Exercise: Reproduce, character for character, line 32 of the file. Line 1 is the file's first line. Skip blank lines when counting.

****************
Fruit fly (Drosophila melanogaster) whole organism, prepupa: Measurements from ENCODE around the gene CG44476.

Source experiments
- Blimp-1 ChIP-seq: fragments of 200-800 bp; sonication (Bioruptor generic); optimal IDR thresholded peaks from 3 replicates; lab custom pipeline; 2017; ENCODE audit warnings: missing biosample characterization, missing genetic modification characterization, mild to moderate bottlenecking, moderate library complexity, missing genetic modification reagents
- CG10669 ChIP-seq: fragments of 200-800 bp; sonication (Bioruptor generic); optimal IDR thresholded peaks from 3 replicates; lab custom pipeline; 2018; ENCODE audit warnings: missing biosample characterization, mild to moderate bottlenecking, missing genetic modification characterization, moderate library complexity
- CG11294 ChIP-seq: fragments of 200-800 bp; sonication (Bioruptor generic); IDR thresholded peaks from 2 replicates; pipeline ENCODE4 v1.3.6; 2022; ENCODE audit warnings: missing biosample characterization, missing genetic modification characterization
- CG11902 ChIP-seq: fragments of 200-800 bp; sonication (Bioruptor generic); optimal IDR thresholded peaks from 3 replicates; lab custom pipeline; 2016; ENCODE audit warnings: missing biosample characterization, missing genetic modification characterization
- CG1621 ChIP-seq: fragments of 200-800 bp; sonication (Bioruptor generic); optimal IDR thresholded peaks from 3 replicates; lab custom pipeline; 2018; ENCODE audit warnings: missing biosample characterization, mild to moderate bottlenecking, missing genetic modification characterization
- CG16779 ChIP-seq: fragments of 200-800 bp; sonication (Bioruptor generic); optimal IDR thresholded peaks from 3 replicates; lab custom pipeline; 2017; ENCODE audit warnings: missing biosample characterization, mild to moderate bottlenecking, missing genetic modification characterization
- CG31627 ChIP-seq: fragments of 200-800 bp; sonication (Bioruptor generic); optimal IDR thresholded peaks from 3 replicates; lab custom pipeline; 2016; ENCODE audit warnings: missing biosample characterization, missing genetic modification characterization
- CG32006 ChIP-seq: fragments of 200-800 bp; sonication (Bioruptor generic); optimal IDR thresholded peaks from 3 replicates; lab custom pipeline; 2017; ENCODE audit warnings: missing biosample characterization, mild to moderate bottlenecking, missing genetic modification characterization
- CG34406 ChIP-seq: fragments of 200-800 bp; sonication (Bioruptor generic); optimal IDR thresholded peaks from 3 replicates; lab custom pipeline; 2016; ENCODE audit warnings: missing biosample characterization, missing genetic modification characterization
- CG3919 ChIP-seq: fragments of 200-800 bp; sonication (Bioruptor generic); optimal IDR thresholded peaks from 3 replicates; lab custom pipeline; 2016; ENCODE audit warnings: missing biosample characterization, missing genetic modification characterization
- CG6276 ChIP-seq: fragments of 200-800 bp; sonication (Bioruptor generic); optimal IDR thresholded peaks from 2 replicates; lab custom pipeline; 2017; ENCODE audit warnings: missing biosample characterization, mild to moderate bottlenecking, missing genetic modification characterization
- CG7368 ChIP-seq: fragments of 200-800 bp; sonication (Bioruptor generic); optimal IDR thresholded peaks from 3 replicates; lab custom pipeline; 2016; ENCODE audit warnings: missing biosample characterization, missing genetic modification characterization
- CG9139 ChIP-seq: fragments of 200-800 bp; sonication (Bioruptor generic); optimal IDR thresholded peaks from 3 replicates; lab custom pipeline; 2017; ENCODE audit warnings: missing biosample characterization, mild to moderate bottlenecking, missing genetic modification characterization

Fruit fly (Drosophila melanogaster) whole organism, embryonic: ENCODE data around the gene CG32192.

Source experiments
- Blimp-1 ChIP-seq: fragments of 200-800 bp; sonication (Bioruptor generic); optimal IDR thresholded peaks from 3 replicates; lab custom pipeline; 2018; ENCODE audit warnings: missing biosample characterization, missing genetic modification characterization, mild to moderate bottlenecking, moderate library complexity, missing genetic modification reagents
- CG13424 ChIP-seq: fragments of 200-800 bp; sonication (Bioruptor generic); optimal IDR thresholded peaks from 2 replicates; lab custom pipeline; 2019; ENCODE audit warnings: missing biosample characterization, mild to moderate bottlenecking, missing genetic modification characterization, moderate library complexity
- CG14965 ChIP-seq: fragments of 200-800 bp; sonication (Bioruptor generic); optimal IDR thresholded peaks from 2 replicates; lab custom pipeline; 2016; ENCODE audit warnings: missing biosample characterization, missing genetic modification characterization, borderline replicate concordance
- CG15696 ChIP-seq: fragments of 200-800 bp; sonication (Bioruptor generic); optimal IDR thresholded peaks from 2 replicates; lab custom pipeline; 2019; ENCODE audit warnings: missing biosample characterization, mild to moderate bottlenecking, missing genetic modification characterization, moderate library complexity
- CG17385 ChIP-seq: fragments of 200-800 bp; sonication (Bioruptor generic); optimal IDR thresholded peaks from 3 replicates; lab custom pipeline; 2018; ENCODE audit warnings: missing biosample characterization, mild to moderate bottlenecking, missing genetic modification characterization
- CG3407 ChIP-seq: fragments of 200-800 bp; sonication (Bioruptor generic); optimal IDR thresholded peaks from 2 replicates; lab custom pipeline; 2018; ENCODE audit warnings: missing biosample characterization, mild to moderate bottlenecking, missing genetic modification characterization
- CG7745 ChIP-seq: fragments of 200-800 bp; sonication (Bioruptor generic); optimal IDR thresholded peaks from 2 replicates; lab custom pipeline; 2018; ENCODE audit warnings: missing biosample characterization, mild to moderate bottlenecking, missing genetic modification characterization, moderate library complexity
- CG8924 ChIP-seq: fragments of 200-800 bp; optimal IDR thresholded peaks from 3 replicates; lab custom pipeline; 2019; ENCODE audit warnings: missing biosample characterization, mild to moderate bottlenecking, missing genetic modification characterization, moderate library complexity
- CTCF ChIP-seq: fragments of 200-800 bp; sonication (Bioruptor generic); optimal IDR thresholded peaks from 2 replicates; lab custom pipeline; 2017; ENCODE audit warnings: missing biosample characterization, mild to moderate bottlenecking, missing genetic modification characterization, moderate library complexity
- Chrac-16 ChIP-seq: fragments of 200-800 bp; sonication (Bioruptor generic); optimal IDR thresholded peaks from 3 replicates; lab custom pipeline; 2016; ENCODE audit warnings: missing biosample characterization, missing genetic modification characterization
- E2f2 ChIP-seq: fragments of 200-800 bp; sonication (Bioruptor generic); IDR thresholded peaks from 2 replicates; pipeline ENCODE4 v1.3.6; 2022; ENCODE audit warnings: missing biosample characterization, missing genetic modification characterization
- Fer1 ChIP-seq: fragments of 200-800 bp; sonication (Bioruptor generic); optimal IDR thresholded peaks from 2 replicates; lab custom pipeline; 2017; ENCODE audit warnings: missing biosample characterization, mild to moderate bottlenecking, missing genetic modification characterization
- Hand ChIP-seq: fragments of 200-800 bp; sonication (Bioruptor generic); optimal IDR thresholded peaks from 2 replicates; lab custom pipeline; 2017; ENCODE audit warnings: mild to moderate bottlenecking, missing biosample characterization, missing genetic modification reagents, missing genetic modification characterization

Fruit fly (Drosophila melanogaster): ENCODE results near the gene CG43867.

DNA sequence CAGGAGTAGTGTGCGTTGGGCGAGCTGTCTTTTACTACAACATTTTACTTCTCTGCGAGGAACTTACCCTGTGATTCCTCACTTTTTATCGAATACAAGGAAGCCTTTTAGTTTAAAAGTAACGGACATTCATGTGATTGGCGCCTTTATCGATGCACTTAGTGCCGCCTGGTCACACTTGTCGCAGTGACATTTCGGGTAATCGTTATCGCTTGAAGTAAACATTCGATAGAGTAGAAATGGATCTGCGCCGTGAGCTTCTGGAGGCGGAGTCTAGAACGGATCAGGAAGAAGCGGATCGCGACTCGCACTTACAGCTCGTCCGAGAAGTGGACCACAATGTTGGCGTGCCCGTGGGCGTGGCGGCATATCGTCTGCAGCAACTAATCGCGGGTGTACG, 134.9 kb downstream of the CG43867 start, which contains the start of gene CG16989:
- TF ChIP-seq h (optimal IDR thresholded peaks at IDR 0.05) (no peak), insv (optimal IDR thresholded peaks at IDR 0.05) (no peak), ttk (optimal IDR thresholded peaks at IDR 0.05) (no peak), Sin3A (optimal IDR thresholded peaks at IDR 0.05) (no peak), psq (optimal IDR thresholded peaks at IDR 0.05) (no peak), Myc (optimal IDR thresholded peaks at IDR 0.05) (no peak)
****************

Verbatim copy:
DNA sequence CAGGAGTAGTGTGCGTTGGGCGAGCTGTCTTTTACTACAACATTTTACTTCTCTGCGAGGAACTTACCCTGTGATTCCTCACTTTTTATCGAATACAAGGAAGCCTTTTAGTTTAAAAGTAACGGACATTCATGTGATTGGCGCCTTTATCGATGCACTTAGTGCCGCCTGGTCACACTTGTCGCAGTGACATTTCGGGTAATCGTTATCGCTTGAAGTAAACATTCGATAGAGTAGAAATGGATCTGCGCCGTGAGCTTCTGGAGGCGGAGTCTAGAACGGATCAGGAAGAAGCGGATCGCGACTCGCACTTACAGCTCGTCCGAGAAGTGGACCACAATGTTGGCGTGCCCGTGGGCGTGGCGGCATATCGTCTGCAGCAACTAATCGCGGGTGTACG, 134.9 kb downstream of the CG43867 start, which contains the start of gene CG16989: